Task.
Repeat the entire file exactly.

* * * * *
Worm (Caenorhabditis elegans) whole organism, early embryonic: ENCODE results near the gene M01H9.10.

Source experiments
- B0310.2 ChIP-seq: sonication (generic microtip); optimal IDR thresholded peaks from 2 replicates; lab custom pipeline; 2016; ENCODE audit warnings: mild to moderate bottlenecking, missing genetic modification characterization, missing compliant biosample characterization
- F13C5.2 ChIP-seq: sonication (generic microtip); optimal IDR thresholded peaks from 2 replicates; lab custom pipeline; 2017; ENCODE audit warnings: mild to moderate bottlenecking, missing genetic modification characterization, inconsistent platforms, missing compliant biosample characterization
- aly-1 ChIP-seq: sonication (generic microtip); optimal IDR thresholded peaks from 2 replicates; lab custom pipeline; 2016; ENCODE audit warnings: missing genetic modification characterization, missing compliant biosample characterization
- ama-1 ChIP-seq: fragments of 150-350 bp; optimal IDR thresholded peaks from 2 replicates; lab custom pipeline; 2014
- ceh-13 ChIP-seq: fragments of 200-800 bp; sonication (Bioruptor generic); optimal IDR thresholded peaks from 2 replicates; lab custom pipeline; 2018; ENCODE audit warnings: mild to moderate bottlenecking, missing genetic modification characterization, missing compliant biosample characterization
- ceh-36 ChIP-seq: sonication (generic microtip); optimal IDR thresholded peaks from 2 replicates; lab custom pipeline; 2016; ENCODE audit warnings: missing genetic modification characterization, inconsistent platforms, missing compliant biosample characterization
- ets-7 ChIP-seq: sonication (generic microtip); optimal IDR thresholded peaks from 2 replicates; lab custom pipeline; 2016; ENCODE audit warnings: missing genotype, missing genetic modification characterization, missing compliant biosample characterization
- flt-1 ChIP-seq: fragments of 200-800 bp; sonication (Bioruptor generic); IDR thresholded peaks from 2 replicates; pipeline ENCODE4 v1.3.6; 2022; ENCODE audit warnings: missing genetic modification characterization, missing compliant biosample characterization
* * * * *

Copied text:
Worm (Caenorhabditis elegans) whole organism, early embryonic: ENCODE results near the gene M01H9.10.

Source experiments
- B0310.2 ChIP-seq: sonication (generic microtip); optimal IDR thresholded peaks from 2 replicates; lab custom pipeline; 2016; ENCODE audit warnings: mild to moderate bottlenecking, missing genetic modification characterization, missing compliant biosample characterization
- F13C5.2 ChIP-seq: sonication (generic microtip); optimal IDR thresholded peaks from 2 replicates; lab custom pipeline; 2017; ENCODE audit warnings: mild to moderate bottlenecking, missing genetic modification characterization, inconsistent platforms, missing compliant biosample characterization
- aly-1 ChIP-seq: sonication (generic microtip); optimal IDR thresholded peaks from 2 replicates; lab custom pipeline; 2016; ENCODE audit warnings: missing genetic modification characterization, missing compliant biosample characterization
- ama-1 ChIP-seq: fragments of 150-350 bp; optimal IDR thresholded peaks from 2 replicates; lab custom pipeline; 2014
- ceh-13 ChIP-seq: fragments of 200-800 bp; sonication (Bioruptor generic); optimal IDR thresholded peaks from 2 replicates; lab custom pipeline; 2018; ENCODE audit warnings: mild to moderate bottlenecking, missing genetic modification characterization, missing compliant biosample characterization
- ceh-36 ChIP-seq: sonication (generic microtip); optimal IDR thresholded peaks from 2 replicates; lab custom pipeline; 2016; ENCODE audit warnings: missing genetic modification characterization, inconsistent platforms, missing compliant biosample characterization
- ets-7 ChIP-seq: sonication (generic microtip); optimal IDR thresholded peaks from 2 replicates; lab custom pipeline; 2016; ENCODE audit warnings: missing genotype, missing genetic modification characterization, missing compliant biosample characterization
- flt-1 ChIP-seq: fragments of 200-800 bp; sonication (Bioruptor generic); IDR thresholded peaks from 2 replicates; pipeline ENCODE4 v1.3.6; 2022; ENCODE audit warnings: missing genetic modification characterization, missing compliant biosample characterization